When it comes to email marketing, many companies think they know how the law needs to be applied. They may have heard of the Health Insurance Portability and Accountability Act (HIPAA), which protects the sensitive health information of employees, patients, and members. However, they may not be aware of how strictly HIPAA applies to email marketing or what HIPAA rules they must follow.
HIPAA is a set of federal regulations that govern the collection, use, and disclosure of sensitive health information. These regulations were passed to protect privacy and ensure the accuracy of such information. The regulations impose certain requirements on businesses, governmental agencies, and other organizations that generate, maintain, or store health information. They also cover the use of email by healthcare providers when communicating with patients about their health.
When it comes to email marketing for healthcare providers, several important points must be considered. One is the type of healthcare provider the company markets to, as well as the type of health information they typically communicate about. Another important consideration is how HIPAA treats email as a communication vehicle. Does it consider it an oral or written communication? Does it apply to one email or to each message in a thread? These are all key questions that arise when thinking about email marketing and HIPAA compliance.
What is Email Marketing?
Email marketing is marketing a company’s goods or services through the use of email.
The definition of email marketing can be rather broad. It can include email campaigns aimed at encouraging people to make purchases or take certain actions. It can also include email blasts regarding a business or organization. In the United States, email marketing is considered a type of ‘billable consulting hours’ under the category of’marketing and advertising’.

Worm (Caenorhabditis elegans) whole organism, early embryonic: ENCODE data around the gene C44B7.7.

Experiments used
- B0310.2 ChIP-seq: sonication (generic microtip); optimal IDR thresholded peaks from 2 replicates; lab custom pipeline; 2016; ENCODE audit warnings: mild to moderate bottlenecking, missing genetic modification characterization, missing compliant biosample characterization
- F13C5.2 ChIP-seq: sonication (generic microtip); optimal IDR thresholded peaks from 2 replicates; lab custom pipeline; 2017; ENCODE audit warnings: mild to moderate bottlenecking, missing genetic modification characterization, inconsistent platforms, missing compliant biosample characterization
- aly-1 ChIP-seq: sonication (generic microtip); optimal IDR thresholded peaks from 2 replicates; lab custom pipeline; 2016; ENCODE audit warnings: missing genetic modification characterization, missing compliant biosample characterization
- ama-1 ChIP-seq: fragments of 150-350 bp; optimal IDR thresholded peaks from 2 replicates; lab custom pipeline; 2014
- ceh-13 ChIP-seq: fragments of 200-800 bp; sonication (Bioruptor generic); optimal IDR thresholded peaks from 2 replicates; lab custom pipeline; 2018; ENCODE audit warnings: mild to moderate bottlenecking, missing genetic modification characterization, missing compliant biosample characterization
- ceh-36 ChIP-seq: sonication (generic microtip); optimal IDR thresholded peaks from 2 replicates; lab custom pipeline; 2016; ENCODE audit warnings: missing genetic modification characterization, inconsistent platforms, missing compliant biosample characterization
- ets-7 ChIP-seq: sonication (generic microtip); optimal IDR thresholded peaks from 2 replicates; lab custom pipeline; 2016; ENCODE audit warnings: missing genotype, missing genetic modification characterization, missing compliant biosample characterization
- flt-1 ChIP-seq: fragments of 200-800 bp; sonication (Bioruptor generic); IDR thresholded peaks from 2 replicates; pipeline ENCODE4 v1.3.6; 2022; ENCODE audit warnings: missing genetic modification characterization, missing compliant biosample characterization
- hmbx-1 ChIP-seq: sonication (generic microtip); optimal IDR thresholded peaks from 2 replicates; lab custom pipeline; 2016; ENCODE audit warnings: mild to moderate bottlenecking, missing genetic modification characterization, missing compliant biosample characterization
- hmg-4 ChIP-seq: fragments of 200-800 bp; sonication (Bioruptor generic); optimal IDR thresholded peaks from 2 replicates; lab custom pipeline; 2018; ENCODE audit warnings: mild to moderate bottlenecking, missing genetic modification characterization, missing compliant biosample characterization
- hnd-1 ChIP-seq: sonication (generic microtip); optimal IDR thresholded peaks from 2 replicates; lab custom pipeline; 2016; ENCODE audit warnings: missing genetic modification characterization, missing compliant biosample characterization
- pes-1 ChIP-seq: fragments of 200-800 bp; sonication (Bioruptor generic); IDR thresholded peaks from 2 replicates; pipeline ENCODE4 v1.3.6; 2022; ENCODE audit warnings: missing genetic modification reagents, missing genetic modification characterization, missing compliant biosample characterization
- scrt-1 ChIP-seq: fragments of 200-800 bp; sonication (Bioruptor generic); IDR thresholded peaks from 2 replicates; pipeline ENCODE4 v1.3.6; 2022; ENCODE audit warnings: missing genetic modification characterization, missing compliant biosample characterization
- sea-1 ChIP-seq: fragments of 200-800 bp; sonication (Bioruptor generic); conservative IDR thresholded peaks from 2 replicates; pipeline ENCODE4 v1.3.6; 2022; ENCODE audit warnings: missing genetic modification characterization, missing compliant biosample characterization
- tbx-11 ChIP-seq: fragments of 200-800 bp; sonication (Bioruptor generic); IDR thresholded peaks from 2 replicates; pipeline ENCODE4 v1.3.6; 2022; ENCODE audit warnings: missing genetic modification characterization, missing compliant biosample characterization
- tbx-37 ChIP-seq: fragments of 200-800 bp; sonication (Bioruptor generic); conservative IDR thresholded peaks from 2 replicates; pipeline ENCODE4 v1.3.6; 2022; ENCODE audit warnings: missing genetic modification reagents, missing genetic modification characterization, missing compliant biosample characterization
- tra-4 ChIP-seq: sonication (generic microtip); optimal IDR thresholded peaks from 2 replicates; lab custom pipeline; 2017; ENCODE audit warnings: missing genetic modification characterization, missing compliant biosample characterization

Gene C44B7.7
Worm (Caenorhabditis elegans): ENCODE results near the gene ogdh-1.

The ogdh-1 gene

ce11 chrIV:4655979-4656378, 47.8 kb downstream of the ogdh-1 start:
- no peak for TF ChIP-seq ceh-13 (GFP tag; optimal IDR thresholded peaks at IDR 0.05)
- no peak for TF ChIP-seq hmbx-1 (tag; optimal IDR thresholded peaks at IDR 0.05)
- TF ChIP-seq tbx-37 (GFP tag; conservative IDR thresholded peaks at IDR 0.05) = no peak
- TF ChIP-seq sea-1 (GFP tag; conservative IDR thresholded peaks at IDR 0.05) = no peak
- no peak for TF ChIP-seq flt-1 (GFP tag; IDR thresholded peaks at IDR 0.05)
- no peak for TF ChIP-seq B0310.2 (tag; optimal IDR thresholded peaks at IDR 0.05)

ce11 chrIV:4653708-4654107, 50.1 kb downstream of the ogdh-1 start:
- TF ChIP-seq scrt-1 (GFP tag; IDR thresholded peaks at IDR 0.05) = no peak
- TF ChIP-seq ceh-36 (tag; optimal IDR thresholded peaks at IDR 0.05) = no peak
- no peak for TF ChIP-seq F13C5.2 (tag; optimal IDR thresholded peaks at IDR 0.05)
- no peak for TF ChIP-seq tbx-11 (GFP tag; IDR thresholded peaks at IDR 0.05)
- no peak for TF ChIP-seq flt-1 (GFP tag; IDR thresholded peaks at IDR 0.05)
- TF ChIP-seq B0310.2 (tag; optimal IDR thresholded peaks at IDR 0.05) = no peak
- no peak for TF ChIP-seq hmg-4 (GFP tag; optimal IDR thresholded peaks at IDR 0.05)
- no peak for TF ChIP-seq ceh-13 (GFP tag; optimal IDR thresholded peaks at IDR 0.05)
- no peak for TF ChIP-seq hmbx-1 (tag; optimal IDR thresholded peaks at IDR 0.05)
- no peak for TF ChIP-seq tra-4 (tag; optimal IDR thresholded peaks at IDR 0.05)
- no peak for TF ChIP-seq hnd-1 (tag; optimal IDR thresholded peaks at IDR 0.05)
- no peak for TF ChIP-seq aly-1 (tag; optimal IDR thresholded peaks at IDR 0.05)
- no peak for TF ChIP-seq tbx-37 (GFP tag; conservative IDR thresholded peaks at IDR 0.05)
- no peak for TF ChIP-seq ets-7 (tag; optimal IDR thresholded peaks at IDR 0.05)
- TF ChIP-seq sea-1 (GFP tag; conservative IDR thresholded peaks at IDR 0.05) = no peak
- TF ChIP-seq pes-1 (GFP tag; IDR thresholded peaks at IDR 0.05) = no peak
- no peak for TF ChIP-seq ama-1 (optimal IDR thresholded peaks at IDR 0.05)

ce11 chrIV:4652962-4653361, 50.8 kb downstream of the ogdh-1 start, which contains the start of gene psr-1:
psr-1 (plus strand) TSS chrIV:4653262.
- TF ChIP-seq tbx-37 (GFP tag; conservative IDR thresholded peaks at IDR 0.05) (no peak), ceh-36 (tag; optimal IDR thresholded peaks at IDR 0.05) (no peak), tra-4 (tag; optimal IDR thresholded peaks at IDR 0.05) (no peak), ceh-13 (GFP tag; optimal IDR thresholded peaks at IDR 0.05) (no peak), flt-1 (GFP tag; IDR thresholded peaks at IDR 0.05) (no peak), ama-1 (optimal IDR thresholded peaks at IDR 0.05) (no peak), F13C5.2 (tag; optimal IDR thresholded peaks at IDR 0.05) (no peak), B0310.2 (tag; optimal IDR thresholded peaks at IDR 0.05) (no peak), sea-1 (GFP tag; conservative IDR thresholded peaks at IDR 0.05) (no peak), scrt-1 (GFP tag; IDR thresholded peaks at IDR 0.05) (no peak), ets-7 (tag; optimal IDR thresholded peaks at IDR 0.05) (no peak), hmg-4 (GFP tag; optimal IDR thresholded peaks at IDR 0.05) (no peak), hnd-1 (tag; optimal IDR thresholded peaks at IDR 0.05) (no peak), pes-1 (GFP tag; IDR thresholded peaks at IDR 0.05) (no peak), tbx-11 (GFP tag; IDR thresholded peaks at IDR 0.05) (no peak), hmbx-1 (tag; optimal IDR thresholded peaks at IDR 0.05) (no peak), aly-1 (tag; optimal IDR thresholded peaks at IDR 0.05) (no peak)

According to HubSpot Blogs research, the average person checks their email about 20 times a day. That’s three hours of email marketing per day, or about six hours per week.
Why are healthcare providers interested in Email Marketing?
Wellness.com reports that healthcare providers are increasingly using email to stay in touch with their patients. In fact, 82% of healthcare providers use some type of email communication with their patients.
Additionally, 62% of healthcare providers use email to communicate about healthcare issues. This is a clear indication that healthcare providers value their patients’ input and want to hear what they have to say. Moreover, 38% of healthcare providers use email to follow up on healthcare-related purchases made by their patients. This shows that healthcare providers use email to stay connected to their patients and continue the care they offer.
So, as you can see, healthcare providers have several reasons for communicating via email. Moreover, they value the convenience of being able to communicate with their patients whenever they want.
The Difference between Email and Social Media Marketing